Allergist Kirsi Jarvinen-Seppo, MD, PhD, knows that for children with food allergies, even trace amounts of an allergen like peanuts, milk, eggs or shellfish can have hazardous results. That?s why she doesn?t just treat the symptoms of allergies, she conducts research aimed at someday putting a stop to them.
Dr. Jarvinen-Seppo treats patients at Albany Med?s Allergy, Asthma and Immunology Center, and conducts research at the Center for Immunology and Microbial Disease at Albany Medical College.
According to Dr. Jarvinen-Seppo, food allergies affect approximately 6 to 8 percent of children, and are on the rise, particularly peanut allergies, which are three times more prevalent now than 15 years ago. Similar data does not exist for other food allergies, she says, but allergies in general have increased, along with asthma and hay fever.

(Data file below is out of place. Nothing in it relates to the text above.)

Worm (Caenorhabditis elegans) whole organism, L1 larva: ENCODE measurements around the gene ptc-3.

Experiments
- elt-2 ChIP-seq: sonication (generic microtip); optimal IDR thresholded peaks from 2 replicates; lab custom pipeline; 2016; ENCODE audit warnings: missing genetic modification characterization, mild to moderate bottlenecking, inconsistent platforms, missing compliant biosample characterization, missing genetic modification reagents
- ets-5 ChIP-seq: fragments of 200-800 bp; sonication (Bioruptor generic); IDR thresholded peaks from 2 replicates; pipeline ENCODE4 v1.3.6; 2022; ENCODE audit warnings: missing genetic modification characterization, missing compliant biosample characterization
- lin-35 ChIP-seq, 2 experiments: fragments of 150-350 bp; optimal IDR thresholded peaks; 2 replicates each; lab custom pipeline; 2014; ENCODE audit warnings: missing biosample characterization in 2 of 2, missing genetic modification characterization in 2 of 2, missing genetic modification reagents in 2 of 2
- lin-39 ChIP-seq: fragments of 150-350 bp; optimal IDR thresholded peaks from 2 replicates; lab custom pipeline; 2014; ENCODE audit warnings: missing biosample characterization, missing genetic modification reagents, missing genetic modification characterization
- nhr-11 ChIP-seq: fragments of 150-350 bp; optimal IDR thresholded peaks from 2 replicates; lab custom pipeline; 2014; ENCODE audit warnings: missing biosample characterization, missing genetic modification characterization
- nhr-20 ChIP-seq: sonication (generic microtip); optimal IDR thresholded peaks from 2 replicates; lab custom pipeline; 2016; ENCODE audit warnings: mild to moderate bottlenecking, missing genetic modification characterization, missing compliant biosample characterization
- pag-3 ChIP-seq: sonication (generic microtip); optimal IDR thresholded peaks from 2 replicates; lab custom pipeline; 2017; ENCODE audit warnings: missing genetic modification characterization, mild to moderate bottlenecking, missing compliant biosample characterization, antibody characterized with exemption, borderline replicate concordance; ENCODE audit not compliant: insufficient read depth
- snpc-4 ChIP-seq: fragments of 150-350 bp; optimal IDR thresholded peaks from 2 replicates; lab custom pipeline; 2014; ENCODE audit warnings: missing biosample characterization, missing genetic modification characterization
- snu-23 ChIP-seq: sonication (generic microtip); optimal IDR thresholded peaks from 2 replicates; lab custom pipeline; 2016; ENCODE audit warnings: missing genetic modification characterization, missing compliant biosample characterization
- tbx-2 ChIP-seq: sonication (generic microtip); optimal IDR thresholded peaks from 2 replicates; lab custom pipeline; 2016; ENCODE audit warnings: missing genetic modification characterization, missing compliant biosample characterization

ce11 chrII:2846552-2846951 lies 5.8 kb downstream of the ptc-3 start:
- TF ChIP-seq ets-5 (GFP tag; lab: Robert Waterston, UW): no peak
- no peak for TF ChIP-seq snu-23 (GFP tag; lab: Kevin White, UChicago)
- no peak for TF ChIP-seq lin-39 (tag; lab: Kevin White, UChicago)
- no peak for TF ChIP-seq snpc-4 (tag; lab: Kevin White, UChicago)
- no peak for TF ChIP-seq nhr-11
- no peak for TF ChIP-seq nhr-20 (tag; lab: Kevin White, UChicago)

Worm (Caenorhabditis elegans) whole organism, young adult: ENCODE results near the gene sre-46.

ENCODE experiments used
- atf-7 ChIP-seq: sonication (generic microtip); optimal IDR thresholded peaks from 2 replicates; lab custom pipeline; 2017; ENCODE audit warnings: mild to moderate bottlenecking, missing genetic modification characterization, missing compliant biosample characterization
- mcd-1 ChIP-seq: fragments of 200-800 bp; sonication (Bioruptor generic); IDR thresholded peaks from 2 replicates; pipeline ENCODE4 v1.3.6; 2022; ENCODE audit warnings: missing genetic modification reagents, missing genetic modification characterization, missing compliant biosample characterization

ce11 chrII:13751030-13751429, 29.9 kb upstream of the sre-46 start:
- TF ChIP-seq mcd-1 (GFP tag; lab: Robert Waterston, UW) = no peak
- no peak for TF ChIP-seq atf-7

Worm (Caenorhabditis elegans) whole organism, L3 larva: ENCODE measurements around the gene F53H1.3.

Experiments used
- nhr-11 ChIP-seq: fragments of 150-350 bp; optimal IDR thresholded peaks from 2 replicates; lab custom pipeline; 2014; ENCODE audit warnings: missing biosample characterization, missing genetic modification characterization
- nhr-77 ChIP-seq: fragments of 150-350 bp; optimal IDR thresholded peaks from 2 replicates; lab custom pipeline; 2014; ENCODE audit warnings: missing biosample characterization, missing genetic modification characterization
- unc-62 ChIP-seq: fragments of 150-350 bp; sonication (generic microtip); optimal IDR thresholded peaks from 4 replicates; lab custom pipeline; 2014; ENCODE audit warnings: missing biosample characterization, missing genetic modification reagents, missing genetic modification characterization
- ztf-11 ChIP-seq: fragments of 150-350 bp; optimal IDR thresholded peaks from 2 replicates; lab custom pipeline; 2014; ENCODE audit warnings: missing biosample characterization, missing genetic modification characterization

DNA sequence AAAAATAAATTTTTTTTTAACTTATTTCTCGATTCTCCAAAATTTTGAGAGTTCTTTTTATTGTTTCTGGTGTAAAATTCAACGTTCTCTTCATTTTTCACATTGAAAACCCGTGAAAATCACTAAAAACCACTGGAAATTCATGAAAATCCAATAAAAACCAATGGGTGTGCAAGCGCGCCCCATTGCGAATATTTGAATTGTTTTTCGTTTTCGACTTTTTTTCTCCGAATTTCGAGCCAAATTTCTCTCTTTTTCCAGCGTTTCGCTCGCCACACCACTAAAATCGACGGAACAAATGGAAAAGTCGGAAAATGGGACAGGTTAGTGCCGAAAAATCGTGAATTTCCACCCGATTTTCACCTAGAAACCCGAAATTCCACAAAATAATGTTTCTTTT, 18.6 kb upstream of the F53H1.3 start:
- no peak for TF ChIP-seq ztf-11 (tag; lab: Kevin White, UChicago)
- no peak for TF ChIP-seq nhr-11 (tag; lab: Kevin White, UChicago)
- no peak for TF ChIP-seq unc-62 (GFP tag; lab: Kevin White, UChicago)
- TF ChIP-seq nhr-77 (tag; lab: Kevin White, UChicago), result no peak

Of particular interest to Dr. Jarvinen-Seppo is whether maternal diet during breast-feeding protects or predisposes infants to the development of food allergies. For example, if a breast-feeding mother eats peanuts, is her infant more or less likely to develop a peanut allergy, or does it make no difference? Her findings may eventually help revise maternal and infant feeding guidelines for infants at risk for development of food allergies?defined as at least one first degree relative with documented food allergic disease.